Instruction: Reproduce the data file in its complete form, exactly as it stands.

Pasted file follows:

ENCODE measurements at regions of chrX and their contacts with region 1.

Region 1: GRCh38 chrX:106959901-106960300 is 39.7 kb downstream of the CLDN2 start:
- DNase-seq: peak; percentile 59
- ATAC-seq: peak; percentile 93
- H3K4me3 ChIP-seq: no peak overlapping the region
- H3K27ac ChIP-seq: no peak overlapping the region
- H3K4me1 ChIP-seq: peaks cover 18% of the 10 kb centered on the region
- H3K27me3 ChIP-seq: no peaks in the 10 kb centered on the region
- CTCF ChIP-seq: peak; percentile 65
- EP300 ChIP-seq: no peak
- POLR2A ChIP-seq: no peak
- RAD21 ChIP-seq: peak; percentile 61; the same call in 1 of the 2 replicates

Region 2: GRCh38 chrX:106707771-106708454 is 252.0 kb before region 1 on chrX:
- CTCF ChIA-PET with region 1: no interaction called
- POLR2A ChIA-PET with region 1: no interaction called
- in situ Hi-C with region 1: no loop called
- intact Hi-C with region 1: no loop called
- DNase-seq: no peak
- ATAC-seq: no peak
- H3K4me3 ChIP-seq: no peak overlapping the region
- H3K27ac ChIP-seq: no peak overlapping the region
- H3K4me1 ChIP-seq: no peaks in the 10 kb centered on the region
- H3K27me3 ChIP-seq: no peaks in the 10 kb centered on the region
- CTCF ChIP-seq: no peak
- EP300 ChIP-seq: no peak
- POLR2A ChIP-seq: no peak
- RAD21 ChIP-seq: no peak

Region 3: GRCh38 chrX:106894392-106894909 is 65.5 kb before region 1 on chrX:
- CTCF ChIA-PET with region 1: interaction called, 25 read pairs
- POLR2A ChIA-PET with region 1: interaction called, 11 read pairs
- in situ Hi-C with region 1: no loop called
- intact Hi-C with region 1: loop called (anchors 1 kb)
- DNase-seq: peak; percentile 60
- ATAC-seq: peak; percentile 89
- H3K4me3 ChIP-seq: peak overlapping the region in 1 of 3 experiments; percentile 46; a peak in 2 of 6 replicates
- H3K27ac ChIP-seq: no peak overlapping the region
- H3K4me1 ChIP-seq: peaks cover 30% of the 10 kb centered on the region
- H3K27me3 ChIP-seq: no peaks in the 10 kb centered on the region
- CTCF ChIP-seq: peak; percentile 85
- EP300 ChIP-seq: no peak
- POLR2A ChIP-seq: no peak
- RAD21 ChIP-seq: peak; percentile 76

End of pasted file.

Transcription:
ENCODE measurements at regions of chrX and their contacts with region 1.

Region 1: GRCh38 chrX:106959901-106960300 is 39.7 kb downstream of the CLDN2 start:
- DNase-seq: peak; percentile 59
- ATAC-seq: peak; percentile 93
- H3K4me3 ChIP-seq: no peak overlapping the region
- H3K27ac ChIP-seq: no peak overlapping the region
- H3K4me1 ChIP-seq: peaks cover 18% of the 10 kb centered on the region
- H3K27me3 ChIP-seq: no peaks in the 10 kb centered on the region
- CTCF ChIP-seq: peak; percentile 65
- EP300 ChIP-seq: no peak
- POLR2A ChIP-seq: no peak
- RAD21 ChIP-seq: peak; percentile 61; the same call in 1 of the 2 replicates

Region 2: GRCh38 chrX:106707771-106708454 is 252.0 kb before region 1 on chrX:
- CTCF ChIA-PET with region 1: no interaction called
- POLR2A ChIA-PET with region 1: no interaction called
- in situ Hi-C with region 1: no loop called
- intact Hi-C with region 1: no loop called
- DNase-seq: no peak
- ATAC-seq: no peak
- H3K4me3 ChIP-seq: no peak overlapping the region
- H3K27ac ChIP-seq: no peak overlapping the region
- H3K4me1 ChIP-seq: no peaks in the 10 kb centered on the region
- H3K27me3 ChIP-seq: no peaks in the 10 kb centered on the region
- CTCF ChIP-seq: no peak
- EP300 ChIP-seq: no peak
- POLR2A ChIP-seq: no peak
- RAD21 ChIP-seq: no peak

Region 3: GRCh38 chrX:106894392-106894909 is 65.5 kb before region 1 on chrX:
- CTCF ChIA-PET with region 1: interaction called, 25 read pairs
- POLR2A ChIA-PET with region 1: interaction called, 11 read pairs
- in situ Hi-C with region 1: no loop called
- intact Hi-C with region 1: loop called (anchors 1 kb)
- DNase-seq: peak; percentile 60
- ATAC-seq: peak; percentile 89
- H3K4me3 ChIP-seq: peak overlapping the region in 1 of 3 experiments; percentile 46; a peak in 2 of 6 replicates
- H3K27ac ChIP-seq: no peak overlapping the region
- H3K4me1 ChIP-seq: peaks cover 30% of the 10 kb centered on the region
- H3K27me3 ChIP-seq: no peaks in the 10 kb centered on the region
- CTCF ChIP-seq: peak; percentile 85
- EP300 ChIP-seq: no peak
- POLR2A ChIP-seq: no peak
- RAD21 ChIP-seq: peak; percentile 76